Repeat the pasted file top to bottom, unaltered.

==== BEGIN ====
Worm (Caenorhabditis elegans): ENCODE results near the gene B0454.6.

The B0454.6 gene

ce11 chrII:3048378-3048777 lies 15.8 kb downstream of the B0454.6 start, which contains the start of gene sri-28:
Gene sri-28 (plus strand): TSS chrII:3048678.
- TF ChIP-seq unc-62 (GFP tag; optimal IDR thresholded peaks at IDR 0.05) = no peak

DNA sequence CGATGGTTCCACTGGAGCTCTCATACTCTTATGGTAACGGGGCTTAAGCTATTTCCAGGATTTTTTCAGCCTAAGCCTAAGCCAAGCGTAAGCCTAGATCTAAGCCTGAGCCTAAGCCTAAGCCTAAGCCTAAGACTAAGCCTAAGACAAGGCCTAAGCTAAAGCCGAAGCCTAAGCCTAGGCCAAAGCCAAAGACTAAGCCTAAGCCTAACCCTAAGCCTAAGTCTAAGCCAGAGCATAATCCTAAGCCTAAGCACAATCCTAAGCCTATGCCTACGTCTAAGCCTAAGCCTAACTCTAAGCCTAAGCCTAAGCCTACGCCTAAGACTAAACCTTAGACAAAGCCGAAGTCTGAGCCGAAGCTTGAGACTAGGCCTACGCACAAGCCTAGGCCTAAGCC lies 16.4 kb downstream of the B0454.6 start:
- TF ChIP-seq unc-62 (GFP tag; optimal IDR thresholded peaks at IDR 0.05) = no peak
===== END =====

Worm (Caenorhabditis elegans): ENCODE results near the gene B0454.6.

The B0454.6 gene

ce11 chrII:3048378-3048777 lies 15.8 kb downstream of the B0454.6 start, which contains the start of gene sri-28:
Gene sri-28 (plus strand): TSS chrII:3048678.
- TF ChIP-seq unc-62 (GFP tag; optimal IDR thresholded peaks at IDR 0.05) = no peak

DNA sequence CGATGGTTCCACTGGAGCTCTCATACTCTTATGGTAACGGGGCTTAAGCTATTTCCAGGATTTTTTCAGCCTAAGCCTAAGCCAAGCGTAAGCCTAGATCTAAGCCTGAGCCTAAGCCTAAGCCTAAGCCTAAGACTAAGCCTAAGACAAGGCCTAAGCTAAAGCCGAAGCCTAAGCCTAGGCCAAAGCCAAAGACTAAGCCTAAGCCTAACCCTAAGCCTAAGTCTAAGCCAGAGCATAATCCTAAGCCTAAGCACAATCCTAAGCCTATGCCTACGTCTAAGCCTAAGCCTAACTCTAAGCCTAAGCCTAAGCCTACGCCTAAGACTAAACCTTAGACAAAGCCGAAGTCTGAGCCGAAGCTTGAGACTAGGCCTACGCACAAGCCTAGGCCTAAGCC lies 16.4 kb downstream of the B0454.6 start:
- TF ChIP-seq unc-62 (GFP tag; optimal IDR thresholded peaks at IDR 0.05) = no peak